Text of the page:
It was only then that the state's staunchly segregationist governor, George Wallace, and the school's board of trustees relented and allowed Black players to play for the Crimson Tide. Apparently they were in support of the free labor moving from the cotton and tobacco fields to the football fields, as long as it brought their school glory.

It's true that over the last 20 or so years the athletics facilities at HBCUs have paled in comparison to PWIs, especially at Power Five schools. Once money started pouring in from broadcast deals and vanity bowl games and deep-pocketed alums, Power Five schools started building shinier weight rooms and fancier locker rooms and plusher meeting rooms, all with the goal of luring the best athletes to their teams.

As athletics departments at Division I schools across the country saw budgets soar, HBCUs were doing their best just to keep the lights on in the academic buildings as federal funding for the schools dropped drastically — about 42% from 2003 to 2015 — and state monies dried up as well.

Building a state-of-the-art weight room is hard to justify when you're struggling to provide vital day-to-day accommodations for students.

But we're starting to see the tide turn. Deion Sanders being at Jackson State didn't just land Hunter, Sanders' presence has also brought buzz to Black college football in general. The Tigers were 11-1 this season before being upset by South Carolina State in the Celebration Bowl on Dec. 18, a game with a noon kickoff that drew 2.6 million viewers, which was more than that week's most-watched NBA game.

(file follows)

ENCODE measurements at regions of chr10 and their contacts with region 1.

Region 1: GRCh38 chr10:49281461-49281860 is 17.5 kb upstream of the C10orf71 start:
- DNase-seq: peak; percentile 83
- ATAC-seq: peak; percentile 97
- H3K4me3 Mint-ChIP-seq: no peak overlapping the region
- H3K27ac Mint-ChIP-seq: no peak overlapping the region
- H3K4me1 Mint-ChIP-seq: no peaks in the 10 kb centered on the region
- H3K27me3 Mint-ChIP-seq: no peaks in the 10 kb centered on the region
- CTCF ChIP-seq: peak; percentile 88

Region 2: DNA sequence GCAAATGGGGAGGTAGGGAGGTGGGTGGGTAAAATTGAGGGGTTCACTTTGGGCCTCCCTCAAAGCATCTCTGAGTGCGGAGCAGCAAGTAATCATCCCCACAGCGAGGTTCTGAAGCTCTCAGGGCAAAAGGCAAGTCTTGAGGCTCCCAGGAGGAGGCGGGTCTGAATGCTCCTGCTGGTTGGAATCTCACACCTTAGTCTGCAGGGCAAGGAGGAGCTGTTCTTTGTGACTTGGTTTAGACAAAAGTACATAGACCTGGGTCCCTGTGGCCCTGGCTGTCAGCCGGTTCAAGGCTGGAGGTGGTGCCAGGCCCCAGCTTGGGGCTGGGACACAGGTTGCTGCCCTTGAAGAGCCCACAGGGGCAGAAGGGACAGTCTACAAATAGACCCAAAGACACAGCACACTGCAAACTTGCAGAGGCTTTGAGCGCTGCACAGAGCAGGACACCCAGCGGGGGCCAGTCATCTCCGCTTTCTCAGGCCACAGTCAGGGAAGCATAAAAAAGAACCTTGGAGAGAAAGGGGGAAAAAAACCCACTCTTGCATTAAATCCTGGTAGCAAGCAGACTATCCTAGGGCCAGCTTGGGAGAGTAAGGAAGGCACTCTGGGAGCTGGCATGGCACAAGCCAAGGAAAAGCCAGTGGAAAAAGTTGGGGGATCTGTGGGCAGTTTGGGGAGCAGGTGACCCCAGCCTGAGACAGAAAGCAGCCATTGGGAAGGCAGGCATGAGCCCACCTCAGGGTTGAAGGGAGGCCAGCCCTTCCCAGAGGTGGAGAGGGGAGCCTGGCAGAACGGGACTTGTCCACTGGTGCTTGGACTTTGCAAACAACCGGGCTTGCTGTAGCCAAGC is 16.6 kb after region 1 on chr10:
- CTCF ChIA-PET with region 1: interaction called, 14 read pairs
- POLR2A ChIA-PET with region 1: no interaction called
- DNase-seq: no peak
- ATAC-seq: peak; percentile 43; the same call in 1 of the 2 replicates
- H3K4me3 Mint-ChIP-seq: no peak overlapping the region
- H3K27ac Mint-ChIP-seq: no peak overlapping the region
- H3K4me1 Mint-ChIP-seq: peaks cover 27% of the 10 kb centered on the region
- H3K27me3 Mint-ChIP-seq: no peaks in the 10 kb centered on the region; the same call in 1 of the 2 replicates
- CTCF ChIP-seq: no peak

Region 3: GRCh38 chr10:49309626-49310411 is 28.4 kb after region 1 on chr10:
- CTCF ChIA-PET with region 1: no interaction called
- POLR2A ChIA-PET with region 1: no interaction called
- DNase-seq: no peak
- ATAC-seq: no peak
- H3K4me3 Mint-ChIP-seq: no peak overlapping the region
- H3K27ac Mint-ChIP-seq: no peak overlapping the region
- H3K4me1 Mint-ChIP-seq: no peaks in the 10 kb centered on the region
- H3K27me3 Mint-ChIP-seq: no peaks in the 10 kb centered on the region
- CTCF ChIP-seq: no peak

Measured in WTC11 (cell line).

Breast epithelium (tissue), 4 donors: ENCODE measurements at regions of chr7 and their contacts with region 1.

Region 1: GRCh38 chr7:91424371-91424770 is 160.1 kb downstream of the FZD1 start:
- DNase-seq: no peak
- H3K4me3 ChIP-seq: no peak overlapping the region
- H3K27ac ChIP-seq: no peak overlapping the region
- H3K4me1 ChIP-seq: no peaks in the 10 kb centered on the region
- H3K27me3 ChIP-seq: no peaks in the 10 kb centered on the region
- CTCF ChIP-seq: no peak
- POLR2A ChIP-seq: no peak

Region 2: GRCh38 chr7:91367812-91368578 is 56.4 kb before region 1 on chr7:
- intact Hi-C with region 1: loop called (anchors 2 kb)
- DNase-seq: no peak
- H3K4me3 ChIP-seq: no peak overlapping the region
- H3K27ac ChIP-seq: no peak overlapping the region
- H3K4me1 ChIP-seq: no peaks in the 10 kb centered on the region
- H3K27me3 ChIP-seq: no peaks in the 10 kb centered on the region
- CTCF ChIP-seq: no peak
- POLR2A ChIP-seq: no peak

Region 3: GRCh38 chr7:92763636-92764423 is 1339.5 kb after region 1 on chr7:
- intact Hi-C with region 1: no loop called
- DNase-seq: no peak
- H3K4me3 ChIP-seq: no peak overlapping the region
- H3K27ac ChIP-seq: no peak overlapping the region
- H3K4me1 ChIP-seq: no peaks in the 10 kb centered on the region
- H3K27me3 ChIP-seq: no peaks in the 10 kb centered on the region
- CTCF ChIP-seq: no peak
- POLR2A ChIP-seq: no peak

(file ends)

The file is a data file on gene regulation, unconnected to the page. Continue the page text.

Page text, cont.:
Hue Jackson was just named head coach at legendary Grambling, having spent last year as offensive coordinator at Tennessee State, where Eddie George is head coach. Those names bring attention.

Attention brings television cameras and televised games. Attention brings sponsors and financial support from alums. For better or worse, that attention and money can help not just the football teams and athletics programs but the schools in general.

It's been a while since an HBCU player was drafted into the NFL, but if Hunter has started a trend, we may see it happening more. We can only hope there's some Hall of Famers that follow too.